Once you finish the descent on Big Rock Trail, virtually all that remains is a glide down Lucas Valley Road. The early parts of this descent are very twisty. That twisty portion of the Lucas Valley road is also a relatively narrow (though not dangerously so) mountain road and descends at a significant grade. Soon, however, the road nearly flattens out and becomes very wide while still nominally remaining a two-lane. Lucas Valley Road usually carries a moderate traffic volume. You would do well to be careful during the narrower and relatively steep part of the descent, but once the road widens, traffic stops being a consideration because you have a wide paved shoulder at your disposal.
If you like what you see here but would like more of the same, there are a couple of clear possibilities to extend this ride. For those who can handle more tough climbs, one good option is to complete the loop on the southern side of Lucas Valley Road instead of descending back down the road itself. You can get onto Loma Alta Fire Road right from where Big Rock Trail meets Lucas Valley Road, and then follow 680 Trail, Luiz Ranch Fire Road, and Terra Linda Ridge Fire Road to be dropped back onto Lucas Valley Road a mere quarter mile from the intersection with Mt. Lassen Drive. Take a look at the original park map linked from this page to get a better sense. This would mean you bypass almost all of the road segment of the ride and will allow you more nice views from the peak of Loma Alta, but it will cost about 1600 feet of additional elevation gain and extend your ride by a little over 3 miles. A less ambitious way of adding a couple more trail miles to this route would be to replace the part of the climb on Queenstone Fire Road with a climb on Chicken Shack Fire Road. To do that, use the paved trail shown skirting along the freeway on the PDF park map by picking it up from the intersection of Miller Creek Road and Marinwood Avenue, and follow it to its end where it connects to Chicken Shack Fire Road by crossing Alameda del Prado. I don't think Chicken Shack has any shortage of steep spots either, but because it arrives at the same elevation by a longer route (and not too much elevation wasted in descents), it could be marginally more merciful than the corresponding climb on Queenstone.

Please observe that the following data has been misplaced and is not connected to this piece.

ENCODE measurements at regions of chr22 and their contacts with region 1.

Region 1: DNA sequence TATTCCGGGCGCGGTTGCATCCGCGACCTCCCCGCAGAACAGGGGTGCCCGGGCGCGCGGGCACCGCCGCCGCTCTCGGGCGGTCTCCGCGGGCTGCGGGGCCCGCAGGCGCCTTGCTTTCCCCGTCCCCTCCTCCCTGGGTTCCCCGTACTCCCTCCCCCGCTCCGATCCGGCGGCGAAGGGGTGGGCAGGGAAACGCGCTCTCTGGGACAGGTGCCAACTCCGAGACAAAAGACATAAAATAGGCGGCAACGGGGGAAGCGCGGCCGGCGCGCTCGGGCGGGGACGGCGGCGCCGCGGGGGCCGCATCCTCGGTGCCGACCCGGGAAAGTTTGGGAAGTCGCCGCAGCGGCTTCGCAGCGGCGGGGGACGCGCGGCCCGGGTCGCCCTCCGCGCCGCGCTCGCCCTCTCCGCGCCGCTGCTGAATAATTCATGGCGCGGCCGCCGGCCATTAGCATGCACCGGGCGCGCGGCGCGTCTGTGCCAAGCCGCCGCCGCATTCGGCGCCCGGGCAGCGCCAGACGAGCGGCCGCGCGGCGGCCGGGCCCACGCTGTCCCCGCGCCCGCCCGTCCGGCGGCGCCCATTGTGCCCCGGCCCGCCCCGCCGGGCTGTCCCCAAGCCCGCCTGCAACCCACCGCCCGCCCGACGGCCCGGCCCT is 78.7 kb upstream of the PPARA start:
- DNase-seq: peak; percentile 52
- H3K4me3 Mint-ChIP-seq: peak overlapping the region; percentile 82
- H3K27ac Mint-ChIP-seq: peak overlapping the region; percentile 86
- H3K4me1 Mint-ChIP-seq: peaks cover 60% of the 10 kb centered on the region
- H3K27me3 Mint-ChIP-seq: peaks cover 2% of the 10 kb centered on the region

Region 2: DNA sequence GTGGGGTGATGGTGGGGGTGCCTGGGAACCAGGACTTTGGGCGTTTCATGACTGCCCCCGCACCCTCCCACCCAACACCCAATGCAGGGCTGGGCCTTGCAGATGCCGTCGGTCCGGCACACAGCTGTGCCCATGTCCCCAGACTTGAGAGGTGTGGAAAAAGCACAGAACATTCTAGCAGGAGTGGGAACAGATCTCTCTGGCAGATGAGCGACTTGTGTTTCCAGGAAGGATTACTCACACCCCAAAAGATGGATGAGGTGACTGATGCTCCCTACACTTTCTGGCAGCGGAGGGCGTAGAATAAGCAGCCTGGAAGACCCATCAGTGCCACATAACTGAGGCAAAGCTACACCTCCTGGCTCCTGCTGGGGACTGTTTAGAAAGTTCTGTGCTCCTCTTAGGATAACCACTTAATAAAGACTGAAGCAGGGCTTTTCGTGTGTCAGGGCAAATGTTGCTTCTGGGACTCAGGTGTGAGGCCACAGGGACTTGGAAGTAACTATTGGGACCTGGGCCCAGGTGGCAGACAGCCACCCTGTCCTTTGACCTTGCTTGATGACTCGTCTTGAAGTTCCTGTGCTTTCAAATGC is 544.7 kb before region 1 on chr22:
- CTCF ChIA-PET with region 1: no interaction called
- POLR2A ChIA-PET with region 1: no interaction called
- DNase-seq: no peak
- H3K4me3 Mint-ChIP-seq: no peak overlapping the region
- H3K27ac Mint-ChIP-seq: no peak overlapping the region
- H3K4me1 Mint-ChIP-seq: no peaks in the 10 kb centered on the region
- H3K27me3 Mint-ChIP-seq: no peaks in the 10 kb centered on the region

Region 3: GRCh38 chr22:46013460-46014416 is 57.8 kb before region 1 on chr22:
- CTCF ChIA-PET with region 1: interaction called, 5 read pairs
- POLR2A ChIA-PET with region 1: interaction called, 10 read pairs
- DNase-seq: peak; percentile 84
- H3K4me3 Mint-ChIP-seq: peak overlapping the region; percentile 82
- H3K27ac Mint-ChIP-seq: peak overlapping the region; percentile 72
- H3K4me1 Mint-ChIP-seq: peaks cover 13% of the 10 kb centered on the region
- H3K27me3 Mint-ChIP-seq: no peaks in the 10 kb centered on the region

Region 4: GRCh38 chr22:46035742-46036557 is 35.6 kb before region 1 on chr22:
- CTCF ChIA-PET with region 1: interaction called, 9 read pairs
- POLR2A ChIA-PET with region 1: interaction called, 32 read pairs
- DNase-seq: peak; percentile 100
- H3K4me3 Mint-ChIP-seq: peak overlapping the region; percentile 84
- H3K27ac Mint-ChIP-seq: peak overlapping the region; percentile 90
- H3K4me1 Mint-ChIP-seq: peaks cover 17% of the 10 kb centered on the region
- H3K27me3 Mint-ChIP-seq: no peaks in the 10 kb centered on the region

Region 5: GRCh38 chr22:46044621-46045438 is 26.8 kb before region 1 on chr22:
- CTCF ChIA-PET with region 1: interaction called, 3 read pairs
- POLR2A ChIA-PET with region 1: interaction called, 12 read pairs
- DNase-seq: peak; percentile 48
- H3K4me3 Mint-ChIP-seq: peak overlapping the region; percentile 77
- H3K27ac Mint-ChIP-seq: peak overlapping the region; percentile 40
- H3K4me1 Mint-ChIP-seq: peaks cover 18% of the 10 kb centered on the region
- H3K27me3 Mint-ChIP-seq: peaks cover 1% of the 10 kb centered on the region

© Ergin Guney